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Internet’s Noise

If you are following the daily IT news you have probably seen many articles claiming they have scanned the whole Internet for this or that. Indeed there are tools such as the ZMap Project “that enable researchers to perform large-scale studies of the hosts and services that compose the public Internet”.

This time I was not interested in scanning something, but in the question about “how many scans happen during one day on my home ISP connection?” Or in other words: What is the Internet background noise as seen by almost any customer? For this I sacrificed my Internet connection at home for 24 hours, while a factory-resetted router established a fresh Internet connection (IPv6 & IPv4) without any end devices behind it. No outgoing connections that could confuse or trigger any scans. That is: All incoming connections are really unsolicited and part of some third-party port scans, worm activities, or whatever. Using a network TAP device I captured these 24 hours and analyzed them with Wireshark.

In this blogpost I will present some stats about these incoming port scans. Furthermore I am publishing the pcap file so you can have a look at it by yourself.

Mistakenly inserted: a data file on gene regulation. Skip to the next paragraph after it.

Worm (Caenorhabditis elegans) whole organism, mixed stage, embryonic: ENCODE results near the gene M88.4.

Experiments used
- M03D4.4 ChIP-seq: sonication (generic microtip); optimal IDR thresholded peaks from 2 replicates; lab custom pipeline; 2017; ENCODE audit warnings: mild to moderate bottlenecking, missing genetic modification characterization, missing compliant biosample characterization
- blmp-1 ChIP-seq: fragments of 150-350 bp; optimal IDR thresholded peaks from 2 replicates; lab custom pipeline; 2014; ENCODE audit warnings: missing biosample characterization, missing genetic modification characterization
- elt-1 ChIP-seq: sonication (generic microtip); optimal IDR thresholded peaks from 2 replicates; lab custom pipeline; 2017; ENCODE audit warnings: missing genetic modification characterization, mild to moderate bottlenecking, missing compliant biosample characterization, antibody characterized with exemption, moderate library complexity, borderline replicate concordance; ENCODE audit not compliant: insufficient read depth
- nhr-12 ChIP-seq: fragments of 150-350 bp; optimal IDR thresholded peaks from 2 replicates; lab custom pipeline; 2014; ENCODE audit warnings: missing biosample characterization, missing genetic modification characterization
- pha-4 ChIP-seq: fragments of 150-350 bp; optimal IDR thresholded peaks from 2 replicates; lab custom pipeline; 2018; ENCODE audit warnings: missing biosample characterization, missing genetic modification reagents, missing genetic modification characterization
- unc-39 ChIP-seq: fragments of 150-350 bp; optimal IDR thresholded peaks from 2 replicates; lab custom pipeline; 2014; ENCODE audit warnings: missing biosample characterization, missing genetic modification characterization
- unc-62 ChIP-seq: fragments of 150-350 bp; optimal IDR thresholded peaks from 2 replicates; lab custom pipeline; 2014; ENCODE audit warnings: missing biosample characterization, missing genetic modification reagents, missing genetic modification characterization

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TROOPERS18: Dynamic IPv6 Prefix Problems and VPNs

Just a few days ago I gave a talk at Troopers 18 in Heidelberg, Germany, about the problems of dynamic (non-persistent) IPv6 prefixes, as well as IPv6 VPNs in general. Following are my slides and the video of the talk:

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Internetanschlusswechsel innerhalb der Telekom: Ein Albtraum

Anstelle von technischen Details heute mal ein Erfahrungsbericht. Vielleicht sollte ich eher sagen: ein Odysseebericht. F├╝r einen meiner Kunden habe ich den Business-Internetanschluss umgezogen. “Einfache Sache”, so dachte ich anfangs, zumal der alte und neue Anschluss beide bei dem gleichen Anbieter liegen: der Telekom. Von einem “Company Connect” der T-Systems (ok, doch nicht exakt Telekom) hin zu einem DeutschlandLAN Connect IP.